Corey Dolgon

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Corey Dolgon
Corey Dolgon.jpg
Born (1961-12-13) December 13, 1961 (age 56)
Education
Occupation
  • Author
  • Sociologist
Parent(s)Arlene and Fred Dolgon

Corey Dolgon is an American author and sociologist.[1]

Early life[edit]

Dolgon was born in Brooklyn, NY. He grew up in Brooklyn and on Long Island before moving to Cherry Hill, NJ,[2] where he graduated from Cherry Hill West High School in 1980.[3]

Career[edit]

Dolgon’s undergraduate thesis on folksongs and the American labor movement[4] formed the foundation for a “singing lecture” that he has performed at dozens of colleges and universities and other venues around the country and around the world for almost two decades.[5]

After working as a dorm director at Boston University and an organizer for the Public Interest research group in Michigan (PIRGIM),[6] Dolgon obtained his PHD at the University of Michigan in 1987. While at the University of Michigan, Dolgon was an environmental activist, an anti-racism activist, a union organizer (Graduate Employees Organization), and a community activist.[7]

He ran for Washtenaw County Commissioner in 1992.[8]

Dolgon completed his PHD in American Culture in 1994, entitled Innovators and Gravediggers: capital restructuring and class formation in Ann Arbor, Michigan, 1945-1994. [9] Additionally, he has published numerous articles in scholarly journals, such as Junk Freedom, published in Critical Sociology, and Dim Mirrors, Dark Glasses: But This is Not Our Fate, published in Humanity & Society.

Dolgon worked with the Friends World Program of Long Island University from 1994 until 1997.[10] After that, Dolgon began working as a Sociology Professor at Worcester State College [WSC] where he served as Departmental Chair from 1999 until 2009.[11] Dolgon also served as Editor of Humanity & Society: The Journal of the Association for Humanist Sociology [1] from 2000-2006, and was President of the Organization in 2008.[12]

In 2009, Dolgon became the inaugural director of Stonehill College’s Office of Community Based Learning.[13] He is also a tenured, full-professor at Stonehill College. As a scholar, Dolgon has published five books, textbooks and anthologies. His first monograph, The End of the Hamptons: Scenes from the Class Struggle in America’s Paradise, won two book awards including The Association for Humanist Sociology’s 2005 Book of the Year Award[14] and the American Sociology Association’s Marxist Section Book of the Year in 2007.[15]

Published works[edit]

  • Kill It to Save It: An Autopsy of Capitalism's Triumph over Democracy (2017)
  • The Cambridge Handbook on Service Learning and Community Engagement (with Tania Mitchell and Timothy Eatman) (2017)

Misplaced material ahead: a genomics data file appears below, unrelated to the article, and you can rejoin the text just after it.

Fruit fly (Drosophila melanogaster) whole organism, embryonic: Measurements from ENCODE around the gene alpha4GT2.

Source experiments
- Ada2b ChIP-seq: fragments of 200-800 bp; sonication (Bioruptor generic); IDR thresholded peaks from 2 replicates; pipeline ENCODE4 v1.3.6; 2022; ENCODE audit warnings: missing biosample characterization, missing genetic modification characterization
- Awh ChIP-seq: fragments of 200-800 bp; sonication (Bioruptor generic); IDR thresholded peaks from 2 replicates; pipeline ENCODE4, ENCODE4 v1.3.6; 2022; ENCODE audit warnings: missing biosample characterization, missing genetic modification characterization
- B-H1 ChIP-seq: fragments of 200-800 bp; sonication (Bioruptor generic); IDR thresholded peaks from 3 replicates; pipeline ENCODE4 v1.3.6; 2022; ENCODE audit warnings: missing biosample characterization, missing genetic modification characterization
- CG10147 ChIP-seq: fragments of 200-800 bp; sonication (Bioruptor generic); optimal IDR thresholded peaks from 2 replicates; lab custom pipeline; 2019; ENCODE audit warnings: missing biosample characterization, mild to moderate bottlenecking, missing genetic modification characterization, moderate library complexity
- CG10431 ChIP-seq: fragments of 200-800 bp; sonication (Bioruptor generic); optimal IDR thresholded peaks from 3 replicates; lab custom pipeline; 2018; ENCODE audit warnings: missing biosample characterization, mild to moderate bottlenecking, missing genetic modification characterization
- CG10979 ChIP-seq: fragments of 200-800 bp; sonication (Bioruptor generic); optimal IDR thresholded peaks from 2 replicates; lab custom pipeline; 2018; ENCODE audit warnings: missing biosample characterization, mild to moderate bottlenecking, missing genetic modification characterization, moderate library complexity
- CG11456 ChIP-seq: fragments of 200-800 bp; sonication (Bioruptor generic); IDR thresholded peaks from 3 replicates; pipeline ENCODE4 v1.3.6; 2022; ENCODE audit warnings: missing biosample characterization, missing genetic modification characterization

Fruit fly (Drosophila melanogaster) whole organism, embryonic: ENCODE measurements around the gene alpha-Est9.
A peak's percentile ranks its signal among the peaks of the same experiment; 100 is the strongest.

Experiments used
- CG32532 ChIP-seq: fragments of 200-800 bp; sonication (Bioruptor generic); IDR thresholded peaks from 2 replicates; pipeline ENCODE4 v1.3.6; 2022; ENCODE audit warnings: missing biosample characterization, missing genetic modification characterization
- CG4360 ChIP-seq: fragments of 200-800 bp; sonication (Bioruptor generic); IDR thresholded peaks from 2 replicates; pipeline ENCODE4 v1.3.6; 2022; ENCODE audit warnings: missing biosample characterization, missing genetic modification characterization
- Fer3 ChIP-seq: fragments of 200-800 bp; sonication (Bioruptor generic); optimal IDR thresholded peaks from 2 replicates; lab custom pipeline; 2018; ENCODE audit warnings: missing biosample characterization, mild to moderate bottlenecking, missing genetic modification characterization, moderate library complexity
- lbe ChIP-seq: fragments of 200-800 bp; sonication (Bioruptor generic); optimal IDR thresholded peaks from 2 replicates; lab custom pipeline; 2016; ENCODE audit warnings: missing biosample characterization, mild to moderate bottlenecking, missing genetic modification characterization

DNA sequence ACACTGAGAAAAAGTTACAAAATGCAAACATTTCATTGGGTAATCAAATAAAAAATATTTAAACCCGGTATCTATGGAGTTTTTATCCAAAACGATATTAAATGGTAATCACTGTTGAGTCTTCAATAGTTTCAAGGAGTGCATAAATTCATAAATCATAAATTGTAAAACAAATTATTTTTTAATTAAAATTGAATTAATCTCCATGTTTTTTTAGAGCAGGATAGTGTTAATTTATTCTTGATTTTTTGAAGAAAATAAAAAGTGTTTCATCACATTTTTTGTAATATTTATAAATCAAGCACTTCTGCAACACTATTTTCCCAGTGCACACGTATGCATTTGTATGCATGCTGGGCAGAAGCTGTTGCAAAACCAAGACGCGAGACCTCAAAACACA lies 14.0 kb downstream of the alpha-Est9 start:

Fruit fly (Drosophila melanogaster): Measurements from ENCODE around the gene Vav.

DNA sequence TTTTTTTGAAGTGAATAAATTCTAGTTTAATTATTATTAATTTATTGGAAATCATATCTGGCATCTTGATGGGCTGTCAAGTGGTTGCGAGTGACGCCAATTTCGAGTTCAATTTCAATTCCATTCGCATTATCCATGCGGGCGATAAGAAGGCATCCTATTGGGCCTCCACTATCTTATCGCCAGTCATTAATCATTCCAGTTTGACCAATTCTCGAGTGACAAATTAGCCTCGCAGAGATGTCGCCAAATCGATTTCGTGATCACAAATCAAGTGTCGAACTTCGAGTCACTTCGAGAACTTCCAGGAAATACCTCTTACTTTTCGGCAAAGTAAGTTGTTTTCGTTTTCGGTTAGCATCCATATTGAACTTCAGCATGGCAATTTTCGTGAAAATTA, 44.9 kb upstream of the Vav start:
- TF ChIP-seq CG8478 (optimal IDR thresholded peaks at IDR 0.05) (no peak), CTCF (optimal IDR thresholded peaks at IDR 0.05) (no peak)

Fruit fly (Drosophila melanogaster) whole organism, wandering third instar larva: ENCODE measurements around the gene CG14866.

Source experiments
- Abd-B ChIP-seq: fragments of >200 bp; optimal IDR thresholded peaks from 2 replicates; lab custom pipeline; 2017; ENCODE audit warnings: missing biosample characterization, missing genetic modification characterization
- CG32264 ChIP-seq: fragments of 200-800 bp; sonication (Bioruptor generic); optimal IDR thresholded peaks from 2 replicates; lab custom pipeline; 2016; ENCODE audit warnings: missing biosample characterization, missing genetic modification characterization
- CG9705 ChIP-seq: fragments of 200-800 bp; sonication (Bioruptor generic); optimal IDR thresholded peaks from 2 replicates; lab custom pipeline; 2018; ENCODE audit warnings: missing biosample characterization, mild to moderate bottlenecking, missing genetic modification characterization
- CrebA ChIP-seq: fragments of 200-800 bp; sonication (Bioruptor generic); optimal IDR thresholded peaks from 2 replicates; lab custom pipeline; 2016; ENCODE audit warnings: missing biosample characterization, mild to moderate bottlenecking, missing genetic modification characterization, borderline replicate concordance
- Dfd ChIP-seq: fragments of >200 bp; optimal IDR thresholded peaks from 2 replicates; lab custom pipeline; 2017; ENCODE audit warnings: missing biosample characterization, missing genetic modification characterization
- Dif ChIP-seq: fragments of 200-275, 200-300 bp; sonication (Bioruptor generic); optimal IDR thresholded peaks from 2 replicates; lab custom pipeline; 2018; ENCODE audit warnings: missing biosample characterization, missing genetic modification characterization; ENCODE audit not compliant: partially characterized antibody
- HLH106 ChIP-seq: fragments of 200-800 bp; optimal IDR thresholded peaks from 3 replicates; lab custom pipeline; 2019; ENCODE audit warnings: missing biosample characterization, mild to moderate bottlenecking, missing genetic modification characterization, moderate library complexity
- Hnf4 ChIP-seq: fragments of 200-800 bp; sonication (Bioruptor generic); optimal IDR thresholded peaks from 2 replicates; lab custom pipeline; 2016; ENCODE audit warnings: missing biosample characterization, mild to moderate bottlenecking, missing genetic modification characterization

• Social Problems: A Service Learning Approach (with Chris Baker) (2010)
  • Pioneers of Public Sociology: The First 30 Years of Humanity & Society (with Mary Chayko)(2010)
  • The End of the Hamptons: Scenes from the Class Struggle in America’s Paradise (2005) (2007 American Sociological Association, Marxist Section Book Award) (2005 Association for Humanist Sociology Book Award)

Personal life[edit]

Dolgon is married to Deborah Milbauer, a public health consultant and instructor at Northeastern University.[16] They have two daughters, Bailey Maya and Ruby Hannah Dolgon.[17]

Dolgon’s uncle, Herman Dolgon, was a WWII veteran who was a community organizer and activist in Sheepshead Bay, Brooklyn NY. Herman Dolgon helped organize veterans and supporters to successfully pressure the New York City Housing Authority to build low-income public housing for returning vets. Nostrand and Sheepshead Bay Houses were erected in 1948. Herman Dolgon died from illness contracted during the War only one year later. The New York City Department of Parks & Recreation Department named a playground for Herman Dolgon in 1951.[18]

References[edit]

  1. ^ Dolgon, Corey. "Dolgon, Corey 1961- - Dictionary definition of Dolgon, Corey 1961". www.encyclopedia.com. Encyclopedia.com.
  2. ^ Fletcher, Allen (10 May 2007). "Cory Dolgon - Worcester Mag". Worcester Mag.
  3. ^ High School, Cherry Hill West. "Cherry Hill West High School class lists". old-friends.co. Old Friends.
  4. ^ Dolgon, Corey. "List of Scholarly Works" (PDF). Amazon.
  5. ^ Quartaroli, Tina (Winter 2014). "Sociology at Work" (PDF). Sociology at Work.
  6. ^ Wilkins, Dave. "Battle Creek Enquirer from Battle Creek, Michigan on September 15, 1988 · Page 3". Newspapers.com.
  7. ^ Wilkins, Dave. "Battle Creek Enquirer from Battle Creek, Michigan on September 15, 1988 · Page 3". Newspapers.com.
  8. ^ Calati, Hope (September 14, 1992). "Student Contests Election Statue". Michigan Daily Digital Archives. Retrieved 31 May 2017.
  9. ^ Dolgon, Corey (1994). Innovators and gravediggers: capital restructuring and class formation in Ann Arbor, Michigan, 1945-1994. University of Michigan.
  10. ^ Barton, Stephen. "Urban Seminar on History of Community Organizing". comm-org.wisc.edu.
  11. ^ Fletcher, Allen (10 May 2007). "Cory Dolgon - Worcester Mag". Worcester Mag.
  12. ^ Humanist, Sociology. "The Association for Humanist Sociology". humanist-sociology.org.
  13. ^ College, Stonehill. "Community-Based Learning: An Academic Tool That Opens Eyes, Builds Bonds and Dismantles Walls". www.stonehill.edu.
  14. ^ Sociology, Humanist. "Past Award Winners". humanist-sociology.org. Retrieved 31 May 2017.
  15. ^ Sociology, Marxist. "Marxist Sociology Lifetime Achievement Award". marxistsociology.org. American Sociological Association.
  16. ^ Milbauer, Deborah. "Massachusetts Technical Assistance Partnership for Prevention". masstapp.edc.org.
  17. ^ Dolgon, Corey; Baker, Chris (2010). Social Problems: A Service Learning Approach. SAGE Publications. ISBN 9781483389325.
  18. ^ Parks, NYC. "Herman Dolgon Playground Highlights : NYC Parks". www.nycgovparks.org.